Wednesday, November 1, 2017 at 5:15PM

Perkins 102

PIZZA WILL BE SERVED!

The UVM Math Club will be hosting a Course Review Night this coming Wednesday November 1st.

It is a FACULTY FREE event to dicuss courses, akin to an advising session, but with a student's perspective on a class is structured.

This review will be especially helpful for underclassmen who need help with scheduling.

We hope to see you there!

]]>** **

Professor Richard O. Moore

Department of Mathematical Sciences

New Jersey Institute of Technology

Friday, October 27th, 4:30 PM

Kalkin 001

** **

**Abstract: **

The ability to compute probabilities of rare events is of critical importance in several physical settings, ranging from chemical reactions to magnetic memory devices. Importance sampling using closed- or open-loop feedback based on maximum likelihood paths has been demonstrated to improve the efficiency of Monte Carlo estimation of such probabilities by several orders of magnitude, even when the maximum likelihood paths are determined from an approximate model of low dimension. We demonstrate this approach using examples taken from fiber-optic communications, mode-locked lasers, and magnetoresistive memory.

We show how careful observation of the biased dynamics can suggest improvements to the low-dimensional model that can, in turn, be fed back into new biased simulations of the full model.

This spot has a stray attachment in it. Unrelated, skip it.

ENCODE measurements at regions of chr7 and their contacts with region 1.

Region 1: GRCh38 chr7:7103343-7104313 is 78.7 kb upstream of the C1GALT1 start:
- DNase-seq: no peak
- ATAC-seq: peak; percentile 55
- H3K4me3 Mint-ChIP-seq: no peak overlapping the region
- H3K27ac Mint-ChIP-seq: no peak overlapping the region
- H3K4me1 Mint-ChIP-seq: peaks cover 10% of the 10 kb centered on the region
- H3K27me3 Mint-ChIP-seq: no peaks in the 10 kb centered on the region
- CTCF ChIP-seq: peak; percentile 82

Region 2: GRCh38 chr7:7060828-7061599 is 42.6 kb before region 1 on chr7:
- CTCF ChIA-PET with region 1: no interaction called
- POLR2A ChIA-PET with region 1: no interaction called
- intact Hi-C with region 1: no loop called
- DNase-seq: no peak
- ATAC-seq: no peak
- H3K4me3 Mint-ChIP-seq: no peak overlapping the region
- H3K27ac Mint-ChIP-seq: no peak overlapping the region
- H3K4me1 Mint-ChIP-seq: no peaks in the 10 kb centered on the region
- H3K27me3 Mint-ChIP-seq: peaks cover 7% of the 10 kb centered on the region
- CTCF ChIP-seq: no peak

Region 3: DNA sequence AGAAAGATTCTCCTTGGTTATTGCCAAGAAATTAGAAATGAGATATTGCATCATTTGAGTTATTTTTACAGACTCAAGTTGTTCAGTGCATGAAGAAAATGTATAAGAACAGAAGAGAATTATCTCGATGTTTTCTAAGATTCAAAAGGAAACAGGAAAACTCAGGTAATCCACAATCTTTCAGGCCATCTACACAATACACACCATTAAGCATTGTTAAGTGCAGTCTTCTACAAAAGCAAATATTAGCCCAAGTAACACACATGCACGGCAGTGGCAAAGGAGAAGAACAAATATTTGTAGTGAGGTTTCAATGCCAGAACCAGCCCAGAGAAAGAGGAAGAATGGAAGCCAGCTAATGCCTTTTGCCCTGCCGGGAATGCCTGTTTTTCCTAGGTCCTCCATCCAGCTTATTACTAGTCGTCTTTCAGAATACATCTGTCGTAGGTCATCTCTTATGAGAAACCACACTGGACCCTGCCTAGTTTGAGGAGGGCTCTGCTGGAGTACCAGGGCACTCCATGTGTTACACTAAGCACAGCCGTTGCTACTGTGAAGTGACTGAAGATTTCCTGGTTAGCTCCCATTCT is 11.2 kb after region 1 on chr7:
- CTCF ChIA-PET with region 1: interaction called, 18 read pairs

]]>

**application to HPV infection dynamics from couple cohort studies **

** **

Xiangrong Kong, PhD

Assistant Professor

Department of Biostatistics and Epidemiology

UMass-Amherst School of Public Health and Health Sciences

**Wednesday, November 15th, 4:00 PM Waterman - 458**

** **

**Abstract:**

We consider a specific situation of correlated data where multiple binary outcomes are repeatedly measured on each member within a couple. Such multivariate longitudinal data from couples generate multi-faceted correlations which can be further complicated if there are polygamous partnerships. An example is data from cohort studies on human papilloma virus (HPV) transmission dynamics in heterosexual couples. HPV is a common sexually transmitted disease with 14 known oncogenic types causing anogenital cancers. The binary outcomes on the multiple types measured in couples over time introduce inter-type, intra-couple, and temporal correlations. Simple analysis using generalized estimating equations or random effects model lacks interpretability and cannot fully utilize the available information. We develop a hybrid modeling strategy using Markov transition technique together with pairwise composite likelihood for analysis of such data. The method can be used to identify risk factors associated with HPV transmission and persistence, estimate difference in risks between male-to-female and female-to-male HPV transmission, compare type-specific transmission risks within couples, and characterize the inter-type and intra-couple associations. Applying the method to HPV couple data collected in a Ugandan male circumcision (MC) trial, we assess the effect of MC and role of gender on risks of HPV transmission and persistence.